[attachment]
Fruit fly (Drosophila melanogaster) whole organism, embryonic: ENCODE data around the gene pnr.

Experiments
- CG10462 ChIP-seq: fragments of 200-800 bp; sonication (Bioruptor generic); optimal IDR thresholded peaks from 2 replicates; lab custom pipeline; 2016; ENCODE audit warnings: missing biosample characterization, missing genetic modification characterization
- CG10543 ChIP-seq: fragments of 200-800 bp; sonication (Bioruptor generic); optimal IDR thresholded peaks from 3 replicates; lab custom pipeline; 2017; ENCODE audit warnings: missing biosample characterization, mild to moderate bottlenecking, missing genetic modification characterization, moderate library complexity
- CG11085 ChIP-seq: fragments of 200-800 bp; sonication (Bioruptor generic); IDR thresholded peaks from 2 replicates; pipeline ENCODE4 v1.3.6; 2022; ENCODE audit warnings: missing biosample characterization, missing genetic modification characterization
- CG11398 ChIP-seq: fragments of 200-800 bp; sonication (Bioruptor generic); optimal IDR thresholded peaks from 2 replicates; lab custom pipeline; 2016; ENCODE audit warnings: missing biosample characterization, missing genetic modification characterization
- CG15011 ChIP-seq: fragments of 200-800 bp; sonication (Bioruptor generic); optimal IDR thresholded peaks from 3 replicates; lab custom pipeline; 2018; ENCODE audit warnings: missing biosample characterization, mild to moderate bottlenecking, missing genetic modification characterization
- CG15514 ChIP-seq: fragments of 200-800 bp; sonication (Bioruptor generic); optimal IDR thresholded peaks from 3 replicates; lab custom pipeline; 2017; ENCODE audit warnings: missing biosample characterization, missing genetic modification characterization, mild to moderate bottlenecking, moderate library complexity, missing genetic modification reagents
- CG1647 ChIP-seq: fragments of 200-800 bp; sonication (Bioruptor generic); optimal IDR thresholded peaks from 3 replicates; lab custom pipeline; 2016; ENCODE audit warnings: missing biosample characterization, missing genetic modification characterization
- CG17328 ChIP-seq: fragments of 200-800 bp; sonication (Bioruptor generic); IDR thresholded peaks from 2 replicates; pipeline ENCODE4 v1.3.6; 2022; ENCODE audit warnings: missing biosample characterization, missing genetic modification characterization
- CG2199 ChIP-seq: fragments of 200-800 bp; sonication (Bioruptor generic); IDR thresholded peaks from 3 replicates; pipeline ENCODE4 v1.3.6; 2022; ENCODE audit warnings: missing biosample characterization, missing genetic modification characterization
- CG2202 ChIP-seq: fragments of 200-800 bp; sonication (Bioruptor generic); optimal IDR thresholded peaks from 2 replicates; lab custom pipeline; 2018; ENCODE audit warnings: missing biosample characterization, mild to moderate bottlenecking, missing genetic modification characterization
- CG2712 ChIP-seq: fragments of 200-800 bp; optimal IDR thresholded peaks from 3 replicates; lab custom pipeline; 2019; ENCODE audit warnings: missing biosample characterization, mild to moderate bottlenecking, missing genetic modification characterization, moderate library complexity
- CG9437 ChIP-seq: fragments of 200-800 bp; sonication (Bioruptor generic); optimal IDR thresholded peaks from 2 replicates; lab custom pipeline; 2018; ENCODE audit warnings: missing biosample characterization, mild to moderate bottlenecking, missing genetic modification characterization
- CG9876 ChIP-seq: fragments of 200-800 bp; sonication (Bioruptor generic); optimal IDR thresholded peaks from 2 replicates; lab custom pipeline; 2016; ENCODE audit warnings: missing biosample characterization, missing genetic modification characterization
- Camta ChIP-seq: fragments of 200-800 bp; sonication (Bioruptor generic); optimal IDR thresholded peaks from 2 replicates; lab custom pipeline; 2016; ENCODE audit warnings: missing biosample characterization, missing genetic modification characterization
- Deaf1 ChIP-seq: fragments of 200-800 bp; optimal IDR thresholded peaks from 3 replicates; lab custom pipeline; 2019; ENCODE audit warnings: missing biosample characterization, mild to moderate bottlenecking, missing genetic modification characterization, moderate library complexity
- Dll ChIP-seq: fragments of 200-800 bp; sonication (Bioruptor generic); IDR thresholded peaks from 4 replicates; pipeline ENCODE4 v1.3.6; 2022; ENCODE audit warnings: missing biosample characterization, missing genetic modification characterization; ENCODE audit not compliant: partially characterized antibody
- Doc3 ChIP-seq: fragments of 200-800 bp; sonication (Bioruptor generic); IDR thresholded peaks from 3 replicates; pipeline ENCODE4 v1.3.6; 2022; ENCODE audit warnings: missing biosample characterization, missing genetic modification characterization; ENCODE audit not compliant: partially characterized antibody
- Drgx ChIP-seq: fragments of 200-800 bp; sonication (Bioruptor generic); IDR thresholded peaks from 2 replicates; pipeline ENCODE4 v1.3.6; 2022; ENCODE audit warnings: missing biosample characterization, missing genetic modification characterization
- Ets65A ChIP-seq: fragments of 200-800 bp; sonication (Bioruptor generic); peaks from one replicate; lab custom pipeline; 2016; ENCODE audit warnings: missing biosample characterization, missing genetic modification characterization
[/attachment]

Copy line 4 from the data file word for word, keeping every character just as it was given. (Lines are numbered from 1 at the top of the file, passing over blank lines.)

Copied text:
- CG10543 ChIP-seq: fragments of 200-800 bp; sonication (Bioruptor generic); optimal IDR thresholded peaks from 3 replicates; lab custom pipeline; 2017; ENCODE audit warnings: missing biosample characterization, mild to moderate bottlenecking, missing genetic modification characterization, moderate library complexity